What we were treated to was a psychedelic episodic “Death Wish/Mad Max/The Trip/ Hells Angels ’69″ collage that featured the second cousins of the demon bikers in Hobo With a Shotgun and the second flick in a row that had so many genre homages and references that it might have even given our pal Eli Roth a challenge if asked to name all of them.
Four stars all the way by Panos Cosmatos, even with the fact that you need shrooms and the remote nearby for all the quiet talking scenes for the first 45 minutes before you get to these quality totals (courtesy our tweeting pal at Shudder):
And I don’t think a greater three minutes of TV has ever occurred. Not only did we get Cage’s bathroom freakout, but I’ve got two words for ya:
Right after Nic’s big scene, we were treated (and I do mean treated) to the commercial debut of Belial’s cousin from Texas who, instead of mainlining Big Macs in the Big Apple, inhaled Hormel in the Heart of Texas. All hail Mr. Vincent Guastini, sculptor, SFX artist extraordinaire and puppeteer, for bringing that creature to puking-brown-stuff-on-boots-while-wearing-overalls life.
The LDI team earns an extra four stars for creatin this interlude and a memorable monster who’s so cute that JBB didn’t mind a good pair of his boots being ruined or the potential asphyxiation from what came out of the Chili Bandit’s other end. Truly, not since the era of Bacon Curls pork rinds has Joe Bob had this much fun with a microwave. Thanks, Vincent, and thanks, Chili Bandit!
Dead & Buried
We had hardly recovered from seeing the blood-caked and wild-eyed visage of Red pull away in his vehicle after murdering the cult in Mandy when things started going goofy for the second feature on “People You Don’t Want to Meet in the Boonies” Night.
Dead & Buried is basically a homicidal seashore slaughter jamboree where the town funeral home director (played by Jack Albertson — Grandpa Bucket from Charlie & the Chocolate Factory or the Man from Chico & the Man, depending on whether you’re a movie person or a 1970s TV comedy person) loves a challenge.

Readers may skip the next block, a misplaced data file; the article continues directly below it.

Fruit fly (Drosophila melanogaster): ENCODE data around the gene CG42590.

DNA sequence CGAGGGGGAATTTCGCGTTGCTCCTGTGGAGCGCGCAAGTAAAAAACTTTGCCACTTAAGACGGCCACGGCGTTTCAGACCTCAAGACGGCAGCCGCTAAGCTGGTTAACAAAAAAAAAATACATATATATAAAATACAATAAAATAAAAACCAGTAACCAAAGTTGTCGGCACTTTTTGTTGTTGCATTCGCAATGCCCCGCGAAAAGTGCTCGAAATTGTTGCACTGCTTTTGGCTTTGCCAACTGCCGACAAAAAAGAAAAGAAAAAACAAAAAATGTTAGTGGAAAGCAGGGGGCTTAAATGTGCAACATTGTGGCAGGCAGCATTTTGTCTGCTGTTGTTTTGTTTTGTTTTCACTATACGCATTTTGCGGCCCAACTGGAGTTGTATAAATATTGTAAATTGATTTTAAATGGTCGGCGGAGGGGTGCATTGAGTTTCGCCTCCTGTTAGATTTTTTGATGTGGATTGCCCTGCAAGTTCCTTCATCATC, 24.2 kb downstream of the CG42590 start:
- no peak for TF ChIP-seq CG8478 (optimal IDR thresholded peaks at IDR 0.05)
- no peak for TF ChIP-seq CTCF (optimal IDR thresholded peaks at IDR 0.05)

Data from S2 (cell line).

The main cop is investigating all these deaths, and he’s married to former Ridgid calendar girl and main gal in Flash Gordon Melody Anderson and all these folks who were thought to be dead via hacking, torching and getting acid shoved into their faces keep showing back up.
Plus Joe Bob urged us to give credit where it’s due when it comes to the “atmosphere” or the “mood” of a flick – let’s all pledge to give props (figuratively, not literally) to the production designer, who actually is the one who executes what the director is talking about.
And we got to learn a lot about lying. Are there more liars out there these days? Could be. And they’re infectious, too.
Plenty of y’all noted on the interwebs that Lisa Blount’s breasts were omitted from Dead & Buried’s totals. We blame being distracted and the fact that, for once, we were too busy looking at Lisa Blount’s face instead of her garbonzas for not including them. (That’s the 1990s way to assuage the rage). But if you were paying attention to the monologue, you would have realized that the LDI crew was LYING to you about there being no breasts in the movie with those totals, so maybe we actually KNEW about the breasts but were lying to you about there being no breasts. Or I could be lying RIGHT NOW. Or JBB might be telling the truth and he got one of the cuts that didn’t have Lisa Blount showing off before the mob killed the photographer.
And speaking of crimes against the ocular nerves, the wool was pulled over the Shudder Twitterer’s eyes as well. Here are those lying totals:
The moral is: Be more careful in the boonies. Your life could depend on it.
See you next week!